I decided to create a central
Special Ability class for the Water Bucket, a newly-created Bomb ability, as well as a newly-created Toilet Flush ability. This script controls the cooldowns for each ability and listens for player clicks on the special ability objects.
Once an object is clicked, a switch statement determines which method to call next.
I would have preferred to have all of the special ability mechanics in one script, but I did end up having to attach short scripts onto each special ability object to handle any mechanics that were specific to that ability. I'm always looking for ways to centralize my code and write it so that it can be easily scaled up as I'm adding in new features. This felt like a fairly satisfying way to handle the special abilities in my game though, so I was ready to move on to the next thing.
Another big project I tackled was adding in some more enemy types. I could probably write a whole blog post on this alone since there was a lot involved in this process. Not only did I have to perfect and in some cases create enemy animations, but I also needed to program unique abilities for each enemy. I wanted abilities that would have a sizable impact on the player but wouldn't be too complicated to code.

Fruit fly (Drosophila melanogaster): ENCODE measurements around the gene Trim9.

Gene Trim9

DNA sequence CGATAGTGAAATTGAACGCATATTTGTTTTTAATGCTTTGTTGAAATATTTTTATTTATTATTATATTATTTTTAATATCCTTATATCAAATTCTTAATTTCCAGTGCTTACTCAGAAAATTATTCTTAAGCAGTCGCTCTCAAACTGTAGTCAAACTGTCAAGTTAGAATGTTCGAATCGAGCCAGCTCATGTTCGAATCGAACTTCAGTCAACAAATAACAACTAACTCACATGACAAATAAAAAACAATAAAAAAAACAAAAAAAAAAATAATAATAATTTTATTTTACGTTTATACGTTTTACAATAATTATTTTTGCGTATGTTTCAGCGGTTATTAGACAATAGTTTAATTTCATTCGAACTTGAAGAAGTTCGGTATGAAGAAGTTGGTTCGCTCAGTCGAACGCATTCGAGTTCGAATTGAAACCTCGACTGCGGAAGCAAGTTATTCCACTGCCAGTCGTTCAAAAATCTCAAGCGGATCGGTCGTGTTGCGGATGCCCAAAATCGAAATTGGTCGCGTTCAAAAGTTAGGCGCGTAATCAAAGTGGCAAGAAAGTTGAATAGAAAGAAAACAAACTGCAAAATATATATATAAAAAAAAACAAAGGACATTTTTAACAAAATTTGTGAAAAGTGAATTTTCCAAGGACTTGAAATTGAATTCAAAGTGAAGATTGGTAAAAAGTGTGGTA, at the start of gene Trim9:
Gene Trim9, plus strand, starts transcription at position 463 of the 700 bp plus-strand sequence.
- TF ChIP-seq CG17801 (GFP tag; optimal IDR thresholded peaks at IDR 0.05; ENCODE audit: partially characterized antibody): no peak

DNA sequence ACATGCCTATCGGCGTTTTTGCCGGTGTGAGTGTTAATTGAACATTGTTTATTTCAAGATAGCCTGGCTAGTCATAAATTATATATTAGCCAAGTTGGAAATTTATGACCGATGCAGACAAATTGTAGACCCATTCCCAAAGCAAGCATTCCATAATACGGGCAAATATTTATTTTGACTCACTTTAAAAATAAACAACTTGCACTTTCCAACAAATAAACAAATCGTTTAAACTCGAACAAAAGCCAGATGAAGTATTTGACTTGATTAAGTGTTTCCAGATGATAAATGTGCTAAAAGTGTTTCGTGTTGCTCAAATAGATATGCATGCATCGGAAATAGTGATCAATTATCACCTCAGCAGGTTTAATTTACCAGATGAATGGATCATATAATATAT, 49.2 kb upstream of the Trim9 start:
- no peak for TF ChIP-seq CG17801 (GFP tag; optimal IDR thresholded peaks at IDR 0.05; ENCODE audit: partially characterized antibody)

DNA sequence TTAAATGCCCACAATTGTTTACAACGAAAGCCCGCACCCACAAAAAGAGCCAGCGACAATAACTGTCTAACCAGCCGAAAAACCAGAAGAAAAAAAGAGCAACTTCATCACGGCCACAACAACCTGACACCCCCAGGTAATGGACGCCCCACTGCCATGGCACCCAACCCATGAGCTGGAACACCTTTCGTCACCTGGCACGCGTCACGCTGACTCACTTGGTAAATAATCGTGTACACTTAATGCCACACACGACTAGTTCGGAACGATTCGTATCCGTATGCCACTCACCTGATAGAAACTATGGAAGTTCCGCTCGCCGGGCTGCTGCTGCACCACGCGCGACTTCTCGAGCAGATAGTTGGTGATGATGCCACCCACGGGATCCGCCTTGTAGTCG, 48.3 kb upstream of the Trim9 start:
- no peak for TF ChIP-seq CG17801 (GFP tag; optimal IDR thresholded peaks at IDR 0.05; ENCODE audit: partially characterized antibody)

In the previous iteration of the game, there was only one enemy (a goblin) with no special abilities. This time around, I added in three more enemies.
Eyebat : Uses laser beam to reset the special Bucket ability (making it harder for the player to use the heal-over-time ability)
Spiky Turtle : Resists turret attacks
Slime : Resists special attacks such as the Toilet Flush and Bomb
I also added in a fun little 'intro' each time a new enemy appears on the screen. In my code, I use
transform on the Main Camera to zoom in, and then reset the Camera position after the intro is finished.
Since I was using premade assets, I knew it might be tricky to alter the animations that came with them. Normally, animations from premade assets are read-only, but you can usually get around this by making a copy of the animation and modifying it in the Animation window.
Once my animations were set, it was a simple matter of hooking them up in the Animator window and making triggers so that the animations transitioned in and out at the appropriate times in the game.
I spent some time recently learning about game programming patterns via GameDev.tv's excellent course and I was eager for an opportunity to put what I'd learned into practice. One thing they stress in the course is that once you know about patterns, it's easy to overuse them or to use them when it's not really necessary. So I knew that I needed to be careful in my judgement.